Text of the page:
The reopening of Senate floor debate on the “Grand Bargain” immigration bill, S 1348, reflects, among many things, the increasing significance of migrating labor in global economics and politics. Like global warming, it cannot be ignored anymore. It is becoming one of the critical issues in class and democratic struggles worldwide. The U.S. is no exception.
With transnational corporations, especially U.S.-based ones, having the upper hand in the global economy, the direction of the debate tends to move in their favor. The racist and nativist anti-immigrant demagoguery of the extreme right wing, though it ostensibly attacks the role of corporations, basically works in their favor by blaming immigrants for the negative impacts of their exploitation.
Supporters of democratic and labor rights cannot ignore these realities, no matter how complex and misunderstood the issue may be for the general public. Just as the people of this country are gaining a better grasp of the issues of global warming, the Iraq war and corporate domination, they are getting a better understanding of immigration as well.
Immigrant workers know they are in a fight. Over a million letters were delivered to the Senate last week calling for legalization. Some 1 million mostly immigrant workers and their families marched for immigrant equality on May 1 despite the chilling impact of the Bush administration’s increasing factory and neighborhood raids, deportations and denials of rights and police brutality. They are being joined by growing numbers of labor, civil rights, peace and religious groups and the general public who see immigrant rights as key to solving the larger problems of migration.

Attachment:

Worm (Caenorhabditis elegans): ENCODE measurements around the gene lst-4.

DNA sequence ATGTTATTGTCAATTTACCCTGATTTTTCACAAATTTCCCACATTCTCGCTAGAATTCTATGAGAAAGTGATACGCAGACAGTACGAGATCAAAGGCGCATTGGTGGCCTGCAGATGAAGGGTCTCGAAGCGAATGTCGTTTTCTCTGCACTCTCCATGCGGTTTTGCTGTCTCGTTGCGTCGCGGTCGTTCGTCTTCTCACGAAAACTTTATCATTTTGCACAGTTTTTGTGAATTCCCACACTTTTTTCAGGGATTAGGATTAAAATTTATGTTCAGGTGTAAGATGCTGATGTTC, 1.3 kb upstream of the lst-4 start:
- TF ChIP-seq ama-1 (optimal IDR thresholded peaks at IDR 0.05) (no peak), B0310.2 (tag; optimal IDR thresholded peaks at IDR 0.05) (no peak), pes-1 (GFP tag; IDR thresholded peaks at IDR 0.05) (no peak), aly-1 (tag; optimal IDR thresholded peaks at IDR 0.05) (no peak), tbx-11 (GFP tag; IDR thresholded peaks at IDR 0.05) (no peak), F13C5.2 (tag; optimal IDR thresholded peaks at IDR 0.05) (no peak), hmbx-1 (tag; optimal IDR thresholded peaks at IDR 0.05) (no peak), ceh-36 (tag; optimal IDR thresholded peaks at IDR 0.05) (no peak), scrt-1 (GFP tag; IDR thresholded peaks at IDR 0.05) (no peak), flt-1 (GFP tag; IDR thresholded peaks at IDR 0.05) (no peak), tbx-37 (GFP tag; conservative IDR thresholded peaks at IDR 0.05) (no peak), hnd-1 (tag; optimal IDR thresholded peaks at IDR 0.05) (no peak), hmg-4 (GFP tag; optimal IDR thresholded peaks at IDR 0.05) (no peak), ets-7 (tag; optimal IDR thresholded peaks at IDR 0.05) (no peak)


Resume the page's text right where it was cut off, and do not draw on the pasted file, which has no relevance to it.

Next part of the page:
The “Grand Bargain” ignores the global economic factors in the push and pull of immigrant issues. It blames the immigrants for the problems, and codifies present and future inequality. But it is the battleground, the terrain of struggle — not of our choice — along with the fight against the raids, right now, and we must fight for equality for immigrant labor in every provision of the bill. As the Fourth of July nears, we must fight to uphold the principle proclaimed in the Declaration of Independence: human rights are inalienable.